A letter has been discovered that describes the famous truce that took place in the trenches in 1914.
The letter was written by Staff sergeant Clement Barker who sent it home just four days after Christmas almost a century ago. The truce was initiated by a German messenger who walked across No Man's Land to broker a temporary cease-fire. Sure enough, both the German and British soldiers honored the agreement and not only stopped fighting but also met up to share cigarettes and to play a game of football.
"A German looked over the trench - no shots - our men did the same, and then a few of our men went out and brought the dead in (69) and buried them and the next thing happened a football kicked out of our Trenches and Germans and English played football," Sergeant Barker had written in the letter. Sadly the cease-fire didn't last beyond Christmas - the war was to continue for another four years, a conflict which cost a further ten million lives.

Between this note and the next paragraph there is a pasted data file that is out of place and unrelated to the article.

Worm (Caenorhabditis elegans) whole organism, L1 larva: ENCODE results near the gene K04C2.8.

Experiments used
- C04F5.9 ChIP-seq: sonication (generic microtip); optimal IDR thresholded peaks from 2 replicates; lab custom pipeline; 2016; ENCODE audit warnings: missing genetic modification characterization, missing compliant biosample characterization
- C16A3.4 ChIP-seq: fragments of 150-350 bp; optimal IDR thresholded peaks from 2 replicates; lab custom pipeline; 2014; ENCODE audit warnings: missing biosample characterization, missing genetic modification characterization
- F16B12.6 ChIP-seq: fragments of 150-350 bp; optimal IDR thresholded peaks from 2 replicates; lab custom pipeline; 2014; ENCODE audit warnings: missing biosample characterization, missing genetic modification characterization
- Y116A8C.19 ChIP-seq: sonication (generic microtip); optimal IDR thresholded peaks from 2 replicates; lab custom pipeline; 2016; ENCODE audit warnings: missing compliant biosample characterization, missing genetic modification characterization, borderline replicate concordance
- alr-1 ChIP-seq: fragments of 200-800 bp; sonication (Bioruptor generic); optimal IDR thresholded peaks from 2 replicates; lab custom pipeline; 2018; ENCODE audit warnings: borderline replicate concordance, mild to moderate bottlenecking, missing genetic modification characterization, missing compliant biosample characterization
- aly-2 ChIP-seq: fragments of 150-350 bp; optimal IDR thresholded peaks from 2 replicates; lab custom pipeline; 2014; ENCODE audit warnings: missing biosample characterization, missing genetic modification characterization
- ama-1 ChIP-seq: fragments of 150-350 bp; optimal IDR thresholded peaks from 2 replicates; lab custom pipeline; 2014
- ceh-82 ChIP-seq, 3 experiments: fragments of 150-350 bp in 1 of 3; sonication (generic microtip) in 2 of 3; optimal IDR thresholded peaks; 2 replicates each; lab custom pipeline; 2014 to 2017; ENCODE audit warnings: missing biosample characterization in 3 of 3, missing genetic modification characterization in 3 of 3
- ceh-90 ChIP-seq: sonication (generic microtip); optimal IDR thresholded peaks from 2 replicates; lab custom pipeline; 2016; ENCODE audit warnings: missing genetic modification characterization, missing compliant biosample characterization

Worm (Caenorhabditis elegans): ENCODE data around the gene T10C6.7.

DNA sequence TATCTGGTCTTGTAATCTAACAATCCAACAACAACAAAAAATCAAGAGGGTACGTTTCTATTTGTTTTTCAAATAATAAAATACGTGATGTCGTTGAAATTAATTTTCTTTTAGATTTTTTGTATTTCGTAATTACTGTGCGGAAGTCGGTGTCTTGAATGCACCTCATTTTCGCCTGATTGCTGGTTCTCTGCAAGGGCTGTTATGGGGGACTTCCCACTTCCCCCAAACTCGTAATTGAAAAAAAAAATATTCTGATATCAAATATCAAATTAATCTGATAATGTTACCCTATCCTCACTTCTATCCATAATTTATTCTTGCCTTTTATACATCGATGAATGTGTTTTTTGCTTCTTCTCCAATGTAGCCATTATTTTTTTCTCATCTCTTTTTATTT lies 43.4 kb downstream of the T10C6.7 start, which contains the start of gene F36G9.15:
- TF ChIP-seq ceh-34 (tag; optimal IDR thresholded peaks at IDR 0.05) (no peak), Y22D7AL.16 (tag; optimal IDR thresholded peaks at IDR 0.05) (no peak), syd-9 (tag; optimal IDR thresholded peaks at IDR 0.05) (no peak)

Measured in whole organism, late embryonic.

"The disclosure emerged in a previously-unseen letter describing the famous match."
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